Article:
Need help in finding the right HW for my new smart home

I’m more than happy to help you design a wired system if you want.

Take a look at this generic wiring plan to get you a starting point.

Generic Wiring plan

This topic might make for interesting reading if you’re looking for someone else’s experience

As for costs, then yes, KNX is expensive.

Thankfully KNX is not the only wired solution out there.

Velbus is a very powerful product that doesn’t have a millionaire’s price tag.

For example, both 4 channel relays have a retail price tag of €155 + tax

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The price (the more costs) definitely depends on how much battle you might risk yourself.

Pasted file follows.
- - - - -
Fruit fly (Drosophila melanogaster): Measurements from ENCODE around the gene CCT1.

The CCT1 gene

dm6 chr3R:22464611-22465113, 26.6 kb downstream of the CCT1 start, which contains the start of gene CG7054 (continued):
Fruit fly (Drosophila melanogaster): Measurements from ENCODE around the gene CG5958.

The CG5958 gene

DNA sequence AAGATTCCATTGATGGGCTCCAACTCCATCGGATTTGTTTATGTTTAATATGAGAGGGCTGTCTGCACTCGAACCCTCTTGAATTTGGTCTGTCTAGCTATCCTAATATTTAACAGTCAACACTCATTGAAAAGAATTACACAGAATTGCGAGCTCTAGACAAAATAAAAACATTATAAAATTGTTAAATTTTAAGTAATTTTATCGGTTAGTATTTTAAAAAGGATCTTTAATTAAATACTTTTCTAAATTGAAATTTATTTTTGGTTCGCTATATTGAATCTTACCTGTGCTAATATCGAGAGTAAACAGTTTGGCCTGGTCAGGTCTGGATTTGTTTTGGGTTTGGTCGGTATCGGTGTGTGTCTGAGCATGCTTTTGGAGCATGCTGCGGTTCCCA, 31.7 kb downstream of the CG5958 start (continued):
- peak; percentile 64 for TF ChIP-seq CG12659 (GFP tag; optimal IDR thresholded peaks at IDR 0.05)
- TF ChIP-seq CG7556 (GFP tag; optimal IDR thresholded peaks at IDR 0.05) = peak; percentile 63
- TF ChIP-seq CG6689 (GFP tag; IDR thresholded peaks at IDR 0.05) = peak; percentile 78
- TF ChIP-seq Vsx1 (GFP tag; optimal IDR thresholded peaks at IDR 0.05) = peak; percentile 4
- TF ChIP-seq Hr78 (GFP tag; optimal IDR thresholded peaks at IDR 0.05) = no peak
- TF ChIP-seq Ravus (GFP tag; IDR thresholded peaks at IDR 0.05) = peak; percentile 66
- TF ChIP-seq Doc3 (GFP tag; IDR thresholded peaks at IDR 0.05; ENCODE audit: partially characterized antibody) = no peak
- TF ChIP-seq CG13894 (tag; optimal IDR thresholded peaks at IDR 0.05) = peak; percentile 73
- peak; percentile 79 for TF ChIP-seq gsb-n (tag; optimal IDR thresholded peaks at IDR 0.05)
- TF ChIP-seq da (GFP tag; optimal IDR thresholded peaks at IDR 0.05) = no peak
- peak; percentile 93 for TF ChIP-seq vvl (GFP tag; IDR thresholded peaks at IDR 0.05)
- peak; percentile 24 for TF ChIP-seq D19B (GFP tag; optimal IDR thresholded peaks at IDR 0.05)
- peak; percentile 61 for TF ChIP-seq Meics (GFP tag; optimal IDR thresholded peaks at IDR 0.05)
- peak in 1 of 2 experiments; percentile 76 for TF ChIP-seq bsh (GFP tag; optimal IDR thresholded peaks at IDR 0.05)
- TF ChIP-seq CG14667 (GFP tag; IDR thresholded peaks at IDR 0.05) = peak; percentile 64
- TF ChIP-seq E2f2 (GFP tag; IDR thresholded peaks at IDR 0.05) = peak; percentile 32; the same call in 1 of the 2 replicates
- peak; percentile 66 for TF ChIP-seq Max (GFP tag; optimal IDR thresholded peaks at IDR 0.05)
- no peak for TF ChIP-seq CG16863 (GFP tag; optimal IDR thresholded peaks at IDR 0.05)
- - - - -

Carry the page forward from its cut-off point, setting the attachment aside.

If you choose the wrong system, you can end up spending a lot more time and probably more money in the end. And time will be filled with grief and frustration. Perhaps you can never get a decent system to run and you find yourself starting over and over again. This cannot be measured in money, in my opinion.



Would you object to me quoting you when I talk to new customers and installers?

“Never a truer word” and all that